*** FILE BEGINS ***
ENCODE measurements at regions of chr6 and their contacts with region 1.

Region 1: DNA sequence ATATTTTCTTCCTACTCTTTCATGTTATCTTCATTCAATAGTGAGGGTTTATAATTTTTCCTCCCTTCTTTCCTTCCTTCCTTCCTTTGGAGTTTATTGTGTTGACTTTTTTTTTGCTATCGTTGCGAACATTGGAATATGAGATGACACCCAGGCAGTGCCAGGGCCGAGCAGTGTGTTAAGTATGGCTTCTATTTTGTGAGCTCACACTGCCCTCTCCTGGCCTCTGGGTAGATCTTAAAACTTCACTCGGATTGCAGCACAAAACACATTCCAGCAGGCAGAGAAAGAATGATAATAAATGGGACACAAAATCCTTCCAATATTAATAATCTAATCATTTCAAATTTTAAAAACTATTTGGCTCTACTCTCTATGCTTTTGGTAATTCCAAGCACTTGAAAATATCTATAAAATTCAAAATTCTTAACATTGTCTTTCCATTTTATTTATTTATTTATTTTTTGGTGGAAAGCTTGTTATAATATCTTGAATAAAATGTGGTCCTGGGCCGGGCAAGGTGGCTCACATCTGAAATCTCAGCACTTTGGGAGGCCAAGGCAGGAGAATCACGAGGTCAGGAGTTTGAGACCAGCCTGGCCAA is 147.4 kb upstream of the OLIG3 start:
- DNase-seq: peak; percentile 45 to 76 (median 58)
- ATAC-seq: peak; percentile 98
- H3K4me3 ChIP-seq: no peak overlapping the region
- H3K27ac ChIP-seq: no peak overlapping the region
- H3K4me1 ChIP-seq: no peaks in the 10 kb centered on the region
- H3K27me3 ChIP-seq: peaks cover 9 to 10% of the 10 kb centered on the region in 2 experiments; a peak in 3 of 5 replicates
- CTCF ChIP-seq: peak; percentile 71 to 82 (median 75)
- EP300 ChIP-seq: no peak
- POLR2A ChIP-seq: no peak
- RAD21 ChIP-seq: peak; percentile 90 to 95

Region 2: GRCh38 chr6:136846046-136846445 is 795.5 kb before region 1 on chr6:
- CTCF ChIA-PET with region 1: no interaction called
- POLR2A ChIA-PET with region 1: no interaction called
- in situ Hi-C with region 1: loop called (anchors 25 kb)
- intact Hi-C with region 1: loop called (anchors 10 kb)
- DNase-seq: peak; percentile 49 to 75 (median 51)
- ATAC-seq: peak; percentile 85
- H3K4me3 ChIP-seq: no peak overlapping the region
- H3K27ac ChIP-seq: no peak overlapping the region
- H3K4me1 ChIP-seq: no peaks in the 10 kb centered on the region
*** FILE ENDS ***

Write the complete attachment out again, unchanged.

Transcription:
ENCODE measurements at regions of chr6 and their contacts with region 1.

Region 1: DNA sequence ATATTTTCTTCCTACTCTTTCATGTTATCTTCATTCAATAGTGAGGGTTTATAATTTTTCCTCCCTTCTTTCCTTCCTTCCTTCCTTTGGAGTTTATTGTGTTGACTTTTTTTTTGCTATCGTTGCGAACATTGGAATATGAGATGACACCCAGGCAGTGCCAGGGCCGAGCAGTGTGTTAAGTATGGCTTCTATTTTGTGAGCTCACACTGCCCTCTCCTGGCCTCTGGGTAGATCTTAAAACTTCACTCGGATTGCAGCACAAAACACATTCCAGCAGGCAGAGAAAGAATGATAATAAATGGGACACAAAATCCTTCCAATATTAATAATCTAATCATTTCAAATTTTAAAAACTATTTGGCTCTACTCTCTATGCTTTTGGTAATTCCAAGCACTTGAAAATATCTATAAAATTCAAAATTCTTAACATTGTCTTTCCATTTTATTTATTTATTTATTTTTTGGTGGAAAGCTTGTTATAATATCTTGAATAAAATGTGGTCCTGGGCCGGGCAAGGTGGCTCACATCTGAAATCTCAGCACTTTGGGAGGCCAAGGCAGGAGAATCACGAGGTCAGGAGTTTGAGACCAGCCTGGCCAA is 147.4 kb upstream of the OLIG3 start:
- DNase-seq: peak; percentile 45 to 76 (median 58)
- ATAC-seq: peak; percentile 98
- H3K4me3 ChIP-seq: no peak overlapping the region
- H3K27ac ChIP-seq: no peak overlapping the region
- H3K4me1 ChIP-seq: no peaks in the 10 kb centered on the region
- H3K27me3 ChIP-seq: peaks cover 9 to 10% of the 10 kb centered on the region in 2 experiments; a peak in 3 of 5 replicates
- CTCF ChIP-seq: peak; percentile 71 to 82 (median 75)
- EP300 ChIP-seq: no peak
- POLR2A ChIP-seq: no peak
- RAD21 ChIP-seq: peak; percentile 90 to 95

Region 2: GRCh38 chr6:136846046-136846445 is 795.5 kb before region 1 on chr6:
- CTCF ChIA-PET with region 1: no interaction called
- POLR2A ChIA-PET with region 1: no interaction called
- in situ Hi-C with region 1: loop called (anchors 25 kb)
- intact Hi-C with region 1: loop called (anchors 10 kb)
- DNase-seq: peak; percentile 49 to 75 (median 51)
- ATAC-seq: peak; percentile 85
- H3K4me3 ChIP-seq: no peak overlapping the region
- H3K27ac ChIP-seq: no peak overlapping the region
- H3K4me1 ChIP-seq: no peaks in the 10 kb centered on the region